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Work culture: All talk, no action

Work culture: All talk, no action

Sentinel Digital DeskBy : Sentinel Digital Desk

  |  13 Jun 2018 11:30 PM GMT

With the BJP-led NDA storming into power at the Centre in 2014, there was so much talk on instilling work culture in government offices. A workaholic Prime Minister Narendra Modi gave a clarion call to all babus to be attentive towards their respective works or to get ready to face the axe. Initially, the call did have some positive effects. Modi also ordered a massive cleanup, demanding bureaucrats reorganizing their desks and throwing out unwanted files away. Much of the problem stems from shortsighted policies and outdated laws that entangle people in reams of red tape.

Taking the Prime Minister’s cue, in Assam Chief Minister Sarbananda Sonowal laid emphasis on work culture in the State Government offices. The State Government has recently changed its office timing – from 9:30 am to 5 pm with half-an-hour lunch break. The previous working hours in the State Government offices were from 10 am to 5 pm. The Chief Minister advocated the need for such a step with a view to advancing government offices in the State by at least 30 minutes as the sunrise in the Northeast precedes the rest of India by half-an-hour. However, even as the new office timing was maintained initially, now everything is back to square one with majority of employees coming between 10.30 am and 11 am – be it in the State Secretariat, various directorates or offices in the districts. What is even more pathetic is that there is none to check such a lack of punctuality among a section of employees in the State. The Chief Minister, in his wisdom, initiated the move to ensure punctuality. He, however, did precious little to put in place a mechanism for monitoring late arrival in offices. Citizens still complain of the lackluster attitude on the part of government employees while dealing with files. Corruption and nepotism still rule the roost in major offices which otherwise should have been citizen-centric ones.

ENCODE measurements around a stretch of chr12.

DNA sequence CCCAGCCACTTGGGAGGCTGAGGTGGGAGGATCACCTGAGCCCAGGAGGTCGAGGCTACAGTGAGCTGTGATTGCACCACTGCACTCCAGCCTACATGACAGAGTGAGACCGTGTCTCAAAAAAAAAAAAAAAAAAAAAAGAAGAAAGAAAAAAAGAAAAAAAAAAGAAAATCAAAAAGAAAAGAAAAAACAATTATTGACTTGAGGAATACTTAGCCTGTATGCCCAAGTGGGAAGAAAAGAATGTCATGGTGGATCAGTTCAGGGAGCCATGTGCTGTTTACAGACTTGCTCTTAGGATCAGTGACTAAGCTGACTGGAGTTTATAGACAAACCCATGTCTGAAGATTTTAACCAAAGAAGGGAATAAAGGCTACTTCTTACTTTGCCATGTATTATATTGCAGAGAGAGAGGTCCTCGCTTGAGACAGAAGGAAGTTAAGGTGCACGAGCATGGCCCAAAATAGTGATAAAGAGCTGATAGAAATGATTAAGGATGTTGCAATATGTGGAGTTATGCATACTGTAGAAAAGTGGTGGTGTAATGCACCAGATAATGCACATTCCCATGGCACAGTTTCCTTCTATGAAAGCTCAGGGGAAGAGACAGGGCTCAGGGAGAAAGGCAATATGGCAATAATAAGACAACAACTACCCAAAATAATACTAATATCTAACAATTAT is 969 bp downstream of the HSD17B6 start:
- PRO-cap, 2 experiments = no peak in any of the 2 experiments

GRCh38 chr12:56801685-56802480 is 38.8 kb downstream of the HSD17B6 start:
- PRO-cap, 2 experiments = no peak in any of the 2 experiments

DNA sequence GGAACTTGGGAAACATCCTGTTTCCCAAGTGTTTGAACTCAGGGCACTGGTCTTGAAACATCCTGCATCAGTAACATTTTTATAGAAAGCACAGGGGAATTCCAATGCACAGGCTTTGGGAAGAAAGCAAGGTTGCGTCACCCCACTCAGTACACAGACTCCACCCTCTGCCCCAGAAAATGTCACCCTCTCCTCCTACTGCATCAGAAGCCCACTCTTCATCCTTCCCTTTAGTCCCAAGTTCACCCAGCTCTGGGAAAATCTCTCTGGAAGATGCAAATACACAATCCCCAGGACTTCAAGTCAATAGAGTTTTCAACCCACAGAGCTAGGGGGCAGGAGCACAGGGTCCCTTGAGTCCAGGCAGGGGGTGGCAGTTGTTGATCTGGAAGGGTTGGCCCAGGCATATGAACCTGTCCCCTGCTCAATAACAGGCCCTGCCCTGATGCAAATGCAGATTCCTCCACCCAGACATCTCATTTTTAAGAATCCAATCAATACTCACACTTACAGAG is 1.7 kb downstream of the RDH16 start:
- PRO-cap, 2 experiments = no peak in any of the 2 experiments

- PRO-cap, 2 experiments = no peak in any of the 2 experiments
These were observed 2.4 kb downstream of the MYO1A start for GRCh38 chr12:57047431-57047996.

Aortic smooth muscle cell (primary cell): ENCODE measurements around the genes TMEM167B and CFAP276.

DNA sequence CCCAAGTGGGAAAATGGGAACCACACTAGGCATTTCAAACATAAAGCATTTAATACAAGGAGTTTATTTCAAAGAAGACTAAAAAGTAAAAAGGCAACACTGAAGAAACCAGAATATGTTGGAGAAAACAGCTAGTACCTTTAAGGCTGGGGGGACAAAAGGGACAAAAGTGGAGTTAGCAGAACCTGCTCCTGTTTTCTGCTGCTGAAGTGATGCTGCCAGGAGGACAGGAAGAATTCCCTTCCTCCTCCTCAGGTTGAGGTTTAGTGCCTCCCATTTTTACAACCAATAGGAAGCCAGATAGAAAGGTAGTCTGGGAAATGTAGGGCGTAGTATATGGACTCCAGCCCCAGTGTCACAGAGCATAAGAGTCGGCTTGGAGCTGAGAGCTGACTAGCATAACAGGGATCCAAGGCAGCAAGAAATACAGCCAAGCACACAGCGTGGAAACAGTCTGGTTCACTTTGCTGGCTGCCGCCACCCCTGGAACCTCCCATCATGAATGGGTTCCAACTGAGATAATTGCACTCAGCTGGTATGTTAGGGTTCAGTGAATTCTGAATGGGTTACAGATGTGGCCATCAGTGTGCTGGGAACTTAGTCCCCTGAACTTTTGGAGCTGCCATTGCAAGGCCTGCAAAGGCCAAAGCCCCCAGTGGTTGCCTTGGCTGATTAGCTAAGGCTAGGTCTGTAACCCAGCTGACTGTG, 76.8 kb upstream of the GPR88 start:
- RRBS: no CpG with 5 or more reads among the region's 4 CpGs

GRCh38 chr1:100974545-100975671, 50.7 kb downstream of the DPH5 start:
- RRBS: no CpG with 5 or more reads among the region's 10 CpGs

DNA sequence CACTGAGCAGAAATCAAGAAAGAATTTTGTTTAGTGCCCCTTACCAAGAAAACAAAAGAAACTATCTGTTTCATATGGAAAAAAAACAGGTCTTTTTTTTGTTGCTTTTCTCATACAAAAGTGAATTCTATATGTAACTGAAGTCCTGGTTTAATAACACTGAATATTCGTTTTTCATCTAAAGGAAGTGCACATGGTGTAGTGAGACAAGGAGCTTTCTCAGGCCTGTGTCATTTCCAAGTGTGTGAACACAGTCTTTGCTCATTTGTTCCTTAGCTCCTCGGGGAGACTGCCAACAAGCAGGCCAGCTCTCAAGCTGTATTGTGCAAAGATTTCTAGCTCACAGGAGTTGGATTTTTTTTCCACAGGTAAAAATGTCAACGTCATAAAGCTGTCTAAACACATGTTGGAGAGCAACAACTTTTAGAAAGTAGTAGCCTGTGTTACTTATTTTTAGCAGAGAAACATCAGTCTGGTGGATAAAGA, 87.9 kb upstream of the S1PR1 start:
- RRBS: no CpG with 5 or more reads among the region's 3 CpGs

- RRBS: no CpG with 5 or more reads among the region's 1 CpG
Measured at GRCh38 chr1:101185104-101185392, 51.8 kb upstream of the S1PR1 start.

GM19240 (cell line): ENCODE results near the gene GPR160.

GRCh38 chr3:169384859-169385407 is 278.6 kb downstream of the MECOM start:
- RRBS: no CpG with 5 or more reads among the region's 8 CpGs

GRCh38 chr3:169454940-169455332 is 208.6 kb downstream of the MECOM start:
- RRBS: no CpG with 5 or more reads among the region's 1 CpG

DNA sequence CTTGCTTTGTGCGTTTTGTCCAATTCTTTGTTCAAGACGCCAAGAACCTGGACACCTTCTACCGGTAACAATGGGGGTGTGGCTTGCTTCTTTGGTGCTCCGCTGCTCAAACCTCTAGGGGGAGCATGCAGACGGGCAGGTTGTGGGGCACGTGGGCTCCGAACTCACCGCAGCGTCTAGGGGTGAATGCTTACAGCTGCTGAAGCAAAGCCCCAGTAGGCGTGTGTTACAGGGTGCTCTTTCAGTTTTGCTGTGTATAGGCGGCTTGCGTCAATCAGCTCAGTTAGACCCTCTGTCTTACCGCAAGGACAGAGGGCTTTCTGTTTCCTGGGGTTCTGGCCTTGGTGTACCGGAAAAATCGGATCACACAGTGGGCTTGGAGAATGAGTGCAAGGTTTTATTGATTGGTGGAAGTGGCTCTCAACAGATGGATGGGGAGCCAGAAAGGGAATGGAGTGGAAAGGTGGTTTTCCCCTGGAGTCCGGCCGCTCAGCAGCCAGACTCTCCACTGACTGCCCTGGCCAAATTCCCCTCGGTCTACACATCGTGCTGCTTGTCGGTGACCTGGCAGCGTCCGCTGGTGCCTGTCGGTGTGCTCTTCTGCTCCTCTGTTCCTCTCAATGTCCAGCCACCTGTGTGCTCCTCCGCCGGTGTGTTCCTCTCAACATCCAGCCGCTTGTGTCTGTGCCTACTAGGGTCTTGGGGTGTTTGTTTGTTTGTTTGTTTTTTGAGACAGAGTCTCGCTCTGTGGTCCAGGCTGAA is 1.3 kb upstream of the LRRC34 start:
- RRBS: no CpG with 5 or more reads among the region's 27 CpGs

Chief Minister Sonowal feels that files in government departments are not moving at the desired pace. Sometime back, he asked officers at all levels to make efforts to ensure speedy disposal of files. “The people want files related to their various applications and demands move fast. When files move fast, common people get a lot of relief. I’m telling you on the basis of feedback from what common people are talking about,” Sonowal said while reviewing the government’s functioning at a meeting of senior officers at Guwahati recently.

A section of people alleges that the speed of the government works has slowed down, pushing work culture back where it was earlier. In such a backdrop, all government departments have to take the responsibility to restore the trust of the people on governance. But the desired changes in real sense of the term will be a reality only when the fruits of governance are delivered at a proper time. As to how a change in the system can be brought about is nothing but adhering to the set of rules meant for officials. There is time stipulation as to how many days a file should stay on a particular table. If a file stays on a table longer than the stipulated time, the employee in particular should be held accountable. However, this is not followed in the State for reasons best known to them.

The former Congress Government did introduce a system of tracking file movement with mobile handset. The system worked well for a certain period. However, after that the system reverted back to square one.

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